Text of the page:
Kevin Kelly is the founding executive editor of Wired magazine, and a former editor/publisher of the Whole Earth Review. He has also been a writer, photographer, conservationist, and student of Asian and digital culture. In this exclusive interview with MWB, this optimistic futurist, the last of the beat generation, dispenses some Excellent Advice for Living
By Shireen Pasha
How would you describe your life of creativity after having written this book of wisdom? For example, what were you like when you wrote Out of Control versus now. Is there a difference?
That’s a fair question. This book is a different kind of book for me. It’s pretty short. I tend to make overwhelming, too big books, whether it is Vanishing Asia, Out of Control or my graphic novel – it’s too big… even my Cool Tool books, so this is in a different direction which is kind of like “less is more.” Maybe I am interested in doing things on the less scale, the minimalist scale because my tendency is to do the overwhelming, the sprawling. This is in a different direction and it feels good.
Has there been a change in you since writing Out of Control, the book that was the backbone of The Matrix films?
I think that while I’ve been writing about technology from a futurist point of view — it is not my entire life. As you know, I’ve spent 50 years photographing in Asia and I did this book, Vanishing Asia, so that was a very different part of me – it was about the past for one thing, and it was mostly about non-technological things; it was the absence of technology. The purpose of most of those images were the non-technological aspect of it. I have had parts of my life all along that are not concerned about the technological future. I think my current book is about my concerns regarding right livelihood, living well, about family, the human scales of things… I continue to make things. I’m a maker. I have a workshop. I make stuff. I do other projects. I think my success in publishing has been one aspect of what I do, in part because that’s what people find valuable. I continue to do things for my own self, like the Vanishing Asia book simply because that’s my compulsion. That’s my interest, that’s my art. I’ve been doing an art piece a day for a year – there is no economic reason to do those, that’s just my own pleasure and so this book is a little bit out of that strand, about the totality of living.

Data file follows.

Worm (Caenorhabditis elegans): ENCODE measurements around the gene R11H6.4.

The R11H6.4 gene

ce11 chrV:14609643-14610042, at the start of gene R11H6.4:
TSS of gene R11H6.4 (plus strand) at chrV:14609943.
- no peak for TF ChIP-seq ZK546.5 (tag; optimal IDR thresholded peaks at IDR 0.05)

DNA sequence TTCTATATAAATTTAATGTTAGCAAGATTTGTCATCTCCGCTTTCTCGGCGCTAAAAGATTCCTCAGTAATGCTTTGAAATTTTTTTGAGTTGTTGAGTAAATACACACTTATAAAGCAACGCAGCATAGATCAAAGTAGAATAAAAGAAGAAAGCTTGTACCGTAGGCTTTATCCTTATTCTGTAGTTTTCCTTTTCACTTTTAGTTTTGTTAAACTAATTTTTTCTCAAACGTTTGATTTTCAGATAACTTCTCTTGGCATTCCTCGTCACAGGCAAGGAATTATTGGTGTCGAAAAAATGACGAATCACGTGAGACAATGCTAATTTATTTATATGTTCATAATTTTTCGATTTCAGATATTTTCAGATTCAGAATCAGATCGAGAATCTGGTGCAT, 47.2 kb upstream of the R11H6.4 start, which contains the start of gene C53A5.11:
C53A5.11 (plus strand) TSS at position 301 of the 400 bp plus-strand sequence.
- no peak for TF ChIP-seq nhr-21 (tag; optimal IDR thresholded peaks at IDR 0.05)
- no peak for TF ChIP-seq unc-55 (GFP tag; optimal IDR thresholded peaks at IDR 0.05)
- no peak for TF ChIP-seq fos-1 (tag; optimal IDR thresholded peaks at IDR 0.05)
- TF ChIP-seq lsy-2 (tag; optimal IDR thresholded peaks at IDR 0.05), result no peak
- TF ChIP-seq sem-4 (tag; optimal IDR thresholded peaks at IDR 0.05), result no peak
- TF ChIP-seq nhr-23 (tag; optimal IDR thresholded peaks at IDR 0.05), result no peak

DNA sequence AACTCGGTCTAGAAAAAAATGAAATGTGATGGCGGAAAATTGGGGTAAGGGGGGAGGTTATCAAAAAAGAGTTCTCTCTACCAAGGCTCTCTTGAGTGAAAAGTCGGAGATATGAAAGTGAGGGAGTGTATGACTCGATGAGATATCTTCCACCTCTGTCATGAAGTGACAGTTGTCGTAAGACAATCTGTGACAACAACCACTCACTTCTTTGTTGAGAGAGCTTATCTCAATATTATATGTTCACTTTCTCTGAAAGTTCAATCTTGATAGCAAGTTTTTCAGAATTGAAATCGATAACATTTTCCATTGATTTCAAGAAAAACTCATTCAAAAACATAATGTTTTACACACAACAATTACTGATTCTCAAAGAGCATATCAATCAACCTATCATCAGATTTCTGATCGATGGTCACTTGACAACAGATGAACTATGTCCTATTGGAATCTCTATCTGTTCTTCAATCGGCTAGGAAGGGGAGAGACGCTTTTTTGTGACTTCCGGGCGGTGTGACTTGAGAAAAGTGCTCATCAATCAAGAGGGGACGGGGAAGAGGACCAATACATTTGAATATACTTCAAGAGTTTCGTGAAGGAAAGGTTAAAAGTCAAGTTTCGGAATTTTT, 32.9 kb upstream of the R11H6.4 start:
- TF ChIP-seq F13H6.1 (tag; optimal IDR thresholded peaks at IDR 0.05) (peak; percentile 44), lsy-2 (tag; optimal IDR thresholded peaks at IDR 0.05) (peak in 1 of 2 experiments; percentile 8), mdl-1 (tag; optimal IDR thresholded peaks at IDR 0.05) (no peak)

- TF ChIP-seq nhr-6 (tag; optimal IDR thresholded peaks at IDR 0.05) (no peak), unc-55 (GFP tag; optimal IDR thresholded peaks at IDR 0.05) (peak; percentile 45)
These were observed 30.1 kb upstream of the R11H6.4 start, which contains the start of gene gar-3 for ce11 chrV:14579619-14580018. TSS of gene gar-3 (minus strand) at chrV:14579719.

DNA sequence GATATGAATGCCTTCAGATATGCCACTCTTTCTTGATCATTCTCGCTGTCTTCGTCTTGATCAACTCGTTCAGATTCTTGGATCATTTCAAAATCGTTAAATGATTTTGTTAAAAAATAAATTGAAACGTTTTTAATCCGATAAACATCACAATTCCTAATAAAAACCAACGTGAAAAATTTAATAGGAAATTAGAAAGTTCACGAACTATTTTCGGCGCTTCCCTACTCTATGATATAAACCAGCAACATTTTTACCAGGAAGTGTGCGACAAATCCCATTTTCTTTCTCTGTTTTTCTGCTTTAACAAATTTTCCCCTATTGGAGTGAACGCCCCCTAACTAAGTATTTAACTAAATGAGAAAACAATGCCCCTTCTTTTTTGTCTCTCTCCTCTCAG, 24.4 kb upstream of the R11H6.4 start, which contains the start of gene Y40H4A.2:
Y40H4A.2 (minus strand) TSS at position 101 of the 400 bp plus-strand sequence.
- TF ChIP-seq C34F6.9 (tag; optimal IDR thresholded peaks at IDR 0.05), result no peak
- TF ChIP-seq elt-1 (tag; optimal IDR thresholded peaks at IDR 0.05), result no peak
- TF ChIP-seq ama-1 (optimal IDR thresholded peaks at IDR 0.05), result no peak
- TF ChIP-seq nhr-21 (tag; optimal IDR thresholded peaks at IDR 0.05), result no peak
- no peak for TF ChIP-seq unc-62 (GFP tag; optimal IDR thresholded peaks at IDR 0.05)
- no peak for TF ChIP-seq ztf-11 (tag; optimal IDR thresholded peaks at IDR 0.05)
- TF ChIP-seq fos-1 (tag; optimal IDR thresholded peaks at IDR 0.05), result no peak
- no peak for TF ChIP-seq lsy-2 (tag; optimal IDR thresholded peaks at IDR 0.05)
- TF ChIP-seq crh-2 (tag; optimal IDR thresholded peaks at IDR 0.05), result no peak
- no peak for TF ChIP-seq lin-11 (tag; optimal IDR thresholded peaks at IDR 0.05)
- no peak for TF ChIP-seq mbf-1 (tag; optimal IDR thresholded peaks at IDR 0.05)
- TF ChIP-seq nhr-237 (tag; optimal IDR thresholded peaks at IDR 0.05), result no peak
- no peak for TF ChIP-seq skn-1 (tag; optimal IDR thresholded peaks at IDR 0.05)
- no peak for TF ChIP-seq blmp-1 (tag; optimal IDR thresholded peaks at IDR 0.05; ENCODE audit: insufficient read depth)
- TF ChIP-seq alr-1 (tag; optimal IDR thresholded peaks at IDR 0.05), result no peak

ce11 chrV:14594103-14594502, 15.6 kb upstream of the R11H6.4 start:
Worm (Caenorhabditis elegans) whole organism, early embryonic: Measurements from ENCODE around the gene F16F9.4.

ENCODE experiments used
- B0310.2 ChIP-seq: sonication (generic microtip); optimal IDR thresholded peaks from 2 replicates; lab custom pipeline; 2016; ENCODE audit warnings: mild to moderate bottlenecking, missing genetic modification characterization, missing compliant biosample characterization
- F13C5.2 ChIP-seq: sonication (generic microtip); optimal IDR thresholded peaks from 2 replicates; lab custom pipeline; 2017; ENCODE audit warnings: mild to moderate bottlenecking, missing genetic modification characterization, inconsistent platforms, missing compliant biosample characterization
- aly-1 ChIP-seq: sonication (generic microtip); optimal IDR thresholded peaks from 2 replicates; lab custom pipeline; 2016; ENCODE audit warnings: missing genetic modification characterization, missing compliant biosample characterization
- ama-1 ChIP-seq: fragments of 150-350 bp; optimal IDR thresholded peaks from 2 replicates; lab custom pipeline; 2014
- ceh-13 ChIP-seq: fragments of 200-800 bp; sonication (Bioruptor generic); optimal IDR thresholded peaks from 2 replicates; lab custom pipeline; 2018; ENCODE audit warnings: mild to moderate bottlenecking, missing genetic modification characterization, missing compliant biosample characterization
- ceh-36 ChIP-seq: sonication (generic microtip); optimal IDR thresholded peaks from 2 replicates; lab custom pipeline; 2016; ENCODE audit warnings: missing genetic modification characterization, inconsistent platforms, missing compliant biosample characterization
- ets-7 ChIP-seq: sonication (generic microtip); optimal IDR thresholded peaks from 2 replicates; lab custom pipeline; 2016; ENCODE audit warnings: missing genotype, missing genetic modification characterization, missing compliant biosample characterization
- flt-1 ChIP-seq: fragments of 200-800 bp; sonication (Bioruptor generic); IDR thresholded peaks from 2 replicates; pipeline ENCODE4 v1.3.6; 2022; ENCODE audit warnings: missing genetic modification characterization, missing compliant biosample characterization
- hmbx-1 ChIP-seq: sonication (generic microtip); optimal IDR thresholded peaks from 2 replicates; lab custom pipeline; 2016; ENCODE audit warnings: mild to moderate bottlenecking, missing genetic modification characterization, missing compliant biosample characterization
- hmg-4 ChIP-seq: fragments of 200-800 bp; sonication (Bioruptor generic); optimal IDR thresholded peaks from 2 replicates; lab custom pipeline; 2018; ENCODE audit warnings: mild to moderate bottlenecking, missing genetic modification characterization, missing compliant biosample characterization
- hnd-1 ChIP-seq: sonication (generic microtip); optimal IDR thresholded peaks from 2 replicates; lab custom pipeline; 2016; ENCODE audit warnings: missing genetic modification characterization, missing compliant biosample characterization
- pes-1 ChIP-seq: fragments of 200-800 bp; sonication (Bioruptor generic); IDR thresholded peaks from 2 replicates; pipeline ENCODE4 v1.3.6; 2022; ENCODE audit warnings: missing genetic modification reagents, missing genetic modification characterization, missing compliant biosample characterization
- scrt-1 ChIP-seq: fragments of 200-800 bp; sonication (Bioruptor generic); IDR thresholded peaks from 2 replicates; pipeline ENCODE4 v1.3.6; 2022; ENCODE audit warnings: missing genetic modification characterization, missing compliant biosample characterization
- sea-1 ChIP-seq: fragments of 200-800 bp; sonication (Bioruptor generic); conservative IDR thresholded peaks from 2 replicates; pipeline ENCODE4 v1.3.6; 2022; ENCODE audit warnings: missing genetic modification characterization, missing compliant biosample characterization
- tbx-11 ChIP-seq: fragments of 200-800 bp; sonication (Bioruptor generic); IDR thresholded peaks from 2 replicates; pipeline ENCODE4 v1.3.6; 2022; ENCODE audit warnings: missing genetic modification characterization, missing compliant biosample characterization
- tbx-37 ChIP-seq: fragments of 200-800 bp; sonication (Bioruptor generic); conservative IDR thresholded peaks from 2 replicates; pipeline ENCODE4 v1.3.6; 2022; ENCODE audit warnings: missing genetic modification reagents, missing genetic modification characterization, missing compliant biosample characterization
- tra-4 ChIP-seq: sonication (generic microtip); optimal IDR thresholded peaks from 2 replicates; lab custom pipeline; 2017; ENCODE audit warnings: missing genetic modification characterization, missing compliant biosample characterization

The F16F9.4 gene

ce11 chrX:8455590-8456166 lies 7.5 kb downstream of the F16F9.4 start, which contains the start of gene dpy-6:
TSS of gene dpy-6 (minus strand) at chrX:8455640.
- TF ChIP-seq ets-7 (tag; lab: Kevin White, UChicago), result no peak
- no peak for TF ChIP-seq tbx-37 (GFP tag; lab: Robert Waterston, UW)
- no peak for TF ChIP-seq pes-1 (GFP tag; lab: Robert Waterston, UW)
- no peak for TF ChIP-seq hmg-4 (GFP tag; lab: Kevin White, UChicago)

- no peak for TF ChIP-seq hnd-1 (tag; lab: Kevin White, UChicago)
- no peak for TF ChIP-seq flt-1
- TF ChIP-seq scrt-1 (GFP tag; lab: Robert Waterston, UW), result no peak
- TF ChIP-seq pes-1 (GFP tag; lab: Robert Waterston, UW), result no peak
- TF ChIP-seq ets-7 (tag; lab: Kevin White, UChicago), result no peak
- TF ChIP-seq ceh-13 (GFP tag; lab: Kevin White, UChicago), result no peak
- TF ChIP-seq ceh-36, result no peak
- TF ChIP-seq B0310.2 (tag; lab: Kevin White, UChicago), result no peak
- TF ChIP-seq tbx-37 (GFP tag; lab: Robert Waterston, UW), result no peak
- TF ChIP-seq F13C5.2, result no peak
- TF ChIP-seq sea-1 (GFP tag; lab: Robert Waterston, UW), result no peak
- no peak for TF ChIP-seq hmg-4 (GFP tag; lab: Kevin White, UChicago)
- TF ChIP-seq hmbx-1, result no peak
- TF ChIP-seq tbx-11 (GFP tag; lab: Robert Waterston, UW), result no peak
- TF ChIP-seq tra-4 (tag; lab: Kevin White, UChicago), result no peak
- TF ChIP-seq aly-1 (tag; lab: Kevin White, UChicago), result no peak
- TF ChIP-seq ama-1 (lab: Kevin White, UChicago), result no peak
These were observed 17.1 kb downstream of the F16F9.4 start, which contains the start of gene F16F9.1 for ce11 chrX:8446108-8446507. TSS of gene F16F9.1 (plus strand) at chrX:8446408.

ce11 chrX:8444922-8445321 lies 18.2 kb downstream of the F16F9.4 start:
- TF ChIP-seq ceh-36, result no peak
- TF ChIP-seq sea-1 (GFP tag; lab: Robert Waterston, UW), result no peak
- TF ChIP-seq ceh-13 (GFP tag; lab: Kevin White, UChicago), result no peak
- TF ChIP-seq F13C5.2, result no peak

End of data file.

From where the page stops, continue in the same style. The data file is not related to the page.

How did technology and wisdom unfurl in your life? What came first?
Well even my writing about technology is philosophical. I’m not an engineer and I’m not even concerned about the extremely technical aspects of technology. Wired is not about technology but about the culture of technology. That’s what I’ve been interested in all along. This book on advice — is not new for me but it is something I have long been interested in.
Do you think you were wise as a child?
(Cackles) Great question…I have a very bad memory of me as a child. I don’t think I can answer that. I don’t even have photographs of the things I made and did (my parents didn’t have a camera). I can say that I valued wisdom as a kid. It was something I was aware of and appreciated. I liked Jesus. Even when I didn’t believe in God, I believed in Jesus. The wisdom of The Gospels is incredible.
Would you say that wisdom and consciousness are related?
I would have to say that at some degree they are related. I wouldn’t expect wisdom from something that is not conscious. You are kind of skirting around a really good question of what exactly is consciousness.
What is it?
Consciousness is going to be harder for us to define. Because I don’t think we have any idea really what it is. We recognize it in other people and in our selves. But wisdom I think we might be able to define —it is sort of something that relies on a long view, a long perspective – an elevation about it beyond the day to day — a certain timelessness. Guiding principles that take into account the long view. It takes a longer view of ourselves. Wisdom is a perspective, a part of a continuum of people who have lived before and will continue to live after you. Our lives are in the context of the cosmos. Wisdom takes a cosmic view rather than an individual (finite) view. It puts our life in the context of ancestors and descendants yet to come.
Your writing has inspired films such as The Matrix Trilogy. Today – if you could write and direct a film, what would it be about and what would you call it?